Kidney disease in diabetes: From mechanisms to clinical presentation and treatment strategies

Carlo Alberto Ricciardi, Luigi Gnudi*

*Corresponding author for this work

Research output: Contribution to journalReview articlepeer-review

56 Citations (Scopus)


Metabolic and haemodynamic perturbations and their interaction drive the development of diabetic kidney disease (DKD) and its progression towards end stage renal disease (ESRD). Increased mitochondrial oxidative stress has been proposed as the central mechanism in the pathophysiology of DKD, but other mechanisms have been implicated. In parallel to increased oxidative stress, inflammation, cell apoptosis and tissue fibrosis drive the relentless progressive loss of kidney function affecting both the glomerular filtration barrier and the renal tubulointerstitium. Alteration of glomerular capillary autoregulation is at the basis of glomerular hypertension, an important pathogenetic mechanism for DKD. Clinical presentation of DKD can vary. Its classical presentation, often seen in patients with type 1 diabetes (T1DM), features hyperfiltration and albuminuria followed by progressive fall in renal function. Patients can often also present with atypical features characterised by progressive reduction in renal function without albuminuria, others in conjunction with non-diabetes related pathologies making the diagnosis, at times, challenging. Metabolic, lipid and blood pressure control with lifestyle interventions are crucial in reducing the progressive renal function decline seen in DKD. The prevention and management of DKD (and parallel cardiovascular disease) is a huge global challenge and therapies that target haemodynamic perturbations, such as inhibitors of the renin-angiotensin-aldosterone system (RAAS) and SGLT2 inhibitors, have been most successful.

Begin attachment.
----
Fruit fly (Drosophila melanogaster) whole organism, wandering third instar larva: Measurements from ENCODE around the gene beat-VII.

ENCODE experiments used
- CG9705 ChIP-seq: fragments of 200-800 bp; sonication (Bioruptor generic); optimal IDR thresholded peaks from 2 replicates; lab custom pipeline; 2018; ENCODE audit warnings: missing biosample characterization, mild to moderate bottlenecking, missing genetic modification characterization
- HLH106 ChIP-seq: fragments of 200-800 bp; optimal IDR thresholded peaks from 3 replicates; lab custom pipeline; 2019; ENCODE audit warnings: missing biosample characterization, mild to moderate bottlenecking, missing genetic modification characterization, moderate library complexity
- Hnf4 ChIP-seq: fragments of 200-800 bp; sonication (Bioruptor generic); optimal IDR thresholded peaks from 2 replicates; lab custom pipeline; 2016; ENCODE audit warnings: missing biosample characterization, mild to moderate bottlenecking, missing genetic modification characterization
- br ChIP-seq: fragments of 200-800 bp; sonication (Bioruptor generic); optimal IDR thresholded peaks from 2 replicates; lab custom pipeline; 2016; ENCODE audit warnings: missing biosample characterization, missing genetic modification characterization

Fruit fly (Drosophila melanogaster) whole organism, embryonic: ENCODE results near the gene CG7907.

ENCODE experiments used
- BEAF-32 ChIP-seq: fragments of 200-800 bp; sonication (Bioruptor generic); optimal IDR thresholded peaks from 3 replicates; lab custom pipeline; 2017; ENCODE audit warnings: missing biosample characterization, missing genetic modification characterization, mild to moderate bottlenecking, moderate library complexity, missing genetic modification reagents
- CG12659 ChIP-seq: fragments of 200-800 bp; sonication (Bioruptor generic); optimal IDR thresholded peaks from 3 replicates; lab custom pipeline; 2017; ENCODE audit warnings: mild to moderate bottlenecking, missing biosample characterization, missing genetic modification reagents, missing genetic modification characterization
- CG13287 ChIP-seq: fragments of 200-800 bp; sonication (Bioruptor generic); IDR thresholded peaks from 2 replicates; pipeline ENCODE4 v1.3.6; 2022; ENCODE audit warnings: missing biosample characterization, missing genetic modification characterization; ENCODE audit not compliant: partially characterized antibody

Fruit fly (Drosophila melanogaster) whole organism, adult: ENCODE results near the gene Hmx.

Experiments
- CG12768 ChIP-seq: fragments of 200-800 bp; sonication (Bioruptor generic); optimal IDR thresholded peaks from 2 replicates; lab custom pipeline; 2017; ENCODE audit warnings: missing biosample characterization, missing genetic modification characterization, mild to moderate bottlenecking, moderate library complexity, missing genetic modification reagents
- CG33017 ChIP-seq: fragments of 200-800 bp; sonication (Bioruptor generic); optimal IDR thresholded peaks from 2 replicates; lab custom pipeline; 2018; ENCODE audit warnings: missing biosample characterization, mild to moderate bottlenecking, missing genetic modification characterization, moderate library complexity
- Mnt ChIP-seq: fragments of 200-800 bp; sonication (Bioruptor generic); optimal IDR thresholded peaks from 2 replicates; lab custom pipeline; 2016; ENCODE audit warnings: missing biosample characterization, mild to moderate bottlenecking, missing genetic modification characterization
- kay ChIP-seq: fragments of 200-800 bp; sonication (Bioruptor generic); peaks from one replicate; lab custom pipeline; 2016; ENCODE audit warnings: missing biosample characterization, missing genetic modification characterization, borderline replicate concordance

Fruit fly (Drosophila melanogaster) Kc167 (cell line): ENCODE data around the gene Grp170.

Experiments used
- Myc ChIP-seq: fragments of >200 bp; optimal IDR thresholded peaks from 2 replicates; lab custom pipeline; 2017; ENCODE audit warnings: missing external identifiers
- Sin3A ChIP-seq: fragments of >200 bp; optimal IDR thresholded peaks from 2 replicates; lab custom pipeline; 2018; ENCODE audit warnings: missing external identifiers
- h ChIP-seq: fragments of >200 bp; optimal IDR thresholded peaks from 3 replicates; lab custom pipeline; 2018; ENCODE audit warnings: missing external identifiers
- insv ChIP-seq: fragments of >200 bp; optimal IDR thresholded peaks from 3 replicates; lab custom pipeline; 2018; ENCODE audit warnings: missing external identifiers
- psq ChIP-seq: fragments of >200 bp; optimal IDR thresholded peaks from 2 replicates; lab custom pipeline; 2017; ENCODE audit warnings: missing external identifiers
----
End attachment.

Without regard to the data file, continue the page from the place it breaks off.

Original languageEnglish
Article number154890
JournalMetabolism: clinical and experimental
Publication statusPublished - Nov 2021


  • Albuminuria
  • Diabetes
  • End-stage renal disease
  • Hypertension
  • Kidney


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